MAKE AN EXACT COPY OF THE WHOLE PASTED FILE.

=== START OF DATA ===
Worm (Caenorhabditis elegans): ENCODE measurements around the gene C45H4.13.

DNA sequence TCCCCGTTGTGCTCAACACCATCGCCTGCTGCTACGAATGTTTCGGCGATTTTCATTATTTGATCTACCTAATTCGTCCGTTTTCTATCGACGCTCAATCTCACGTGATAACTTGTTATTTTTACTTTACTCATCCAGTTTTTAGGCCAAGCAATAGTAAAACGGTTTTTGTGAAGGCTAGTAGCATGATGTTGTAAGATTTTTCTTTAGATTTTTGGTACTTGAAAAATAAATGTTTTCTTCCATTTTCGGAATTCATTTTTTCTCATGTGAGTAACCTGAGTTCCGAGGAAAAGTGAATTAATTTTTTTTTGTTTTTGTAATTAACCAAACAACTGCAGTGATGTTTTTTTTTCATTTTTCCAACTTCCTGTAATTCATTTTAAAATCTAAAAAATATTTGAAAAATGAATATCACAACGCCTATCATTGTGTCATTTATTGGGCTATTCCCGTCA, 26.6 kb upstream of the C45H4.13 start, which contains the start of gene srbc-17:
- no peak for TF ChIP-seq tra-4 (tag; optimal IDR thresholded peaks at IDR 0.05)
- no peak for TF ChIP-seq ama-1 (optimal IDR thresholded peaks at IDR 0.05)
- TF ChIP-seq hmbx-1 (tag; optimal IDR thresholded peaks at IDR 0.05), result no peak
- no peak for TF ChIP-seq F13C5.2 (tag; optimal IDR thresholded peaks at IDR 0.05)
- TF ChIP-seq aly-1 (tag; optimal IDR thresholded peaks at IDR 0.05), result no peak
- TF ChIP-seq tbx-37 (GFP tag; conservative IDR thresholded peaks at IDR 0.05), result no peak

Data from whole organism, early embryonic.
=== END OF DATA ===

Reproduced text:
Worm (Caenorhabditis elegans): ENCODE measurements around the gene C45H4.13.

DNA sequence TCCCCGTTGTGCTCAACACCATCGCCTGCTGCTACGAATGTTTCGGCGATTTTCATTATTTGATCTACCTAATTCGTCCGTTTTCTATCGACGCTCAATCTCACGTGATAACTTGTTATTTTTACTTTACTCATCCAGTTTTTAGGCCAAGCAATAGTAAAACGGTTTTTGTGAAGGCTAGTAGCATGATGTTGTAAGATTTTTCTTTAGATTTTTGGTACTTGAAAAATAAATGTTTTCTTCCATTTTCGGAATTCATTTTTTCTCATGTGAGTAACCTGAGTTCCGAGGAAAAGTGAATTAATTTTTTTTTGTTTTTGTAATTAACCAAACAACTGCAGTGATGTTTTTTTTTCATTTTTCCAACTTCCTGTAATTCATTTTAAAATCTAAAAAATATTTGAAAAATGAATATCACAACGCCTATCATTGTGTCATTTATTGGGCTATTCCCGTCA, 26.6 kb upstream of the C45H4.13 start, which contains the start of gene srbc-17:
- no peak for TF ChIP-seq tra-4 (tag; optimal IDR thresholded peaks at IDR 0.05)
- no peak for TF ChIP-seq ama-1 (optimal IDR thresholded peaks at IDR 0.05)
- TF ChIP-seq hmbx-1 (tag; optimal IDR thresholded peaks at IDR 0.05), result no peak
- no peak for TF ChIP-seq F13C5.2 (tag; optimal IDR thresholded peaks at IDR 0.05)
- TF ChIP-seq aly-1 (tag; optimal IDR thresholded peaks at IDR 0.05), result no peak
- TF ChIP-seq tbx-37 (GFP tag; conservative IDR thresholded peaks at IDR 0.05), result no peak

Data from whole organism, early embryonic.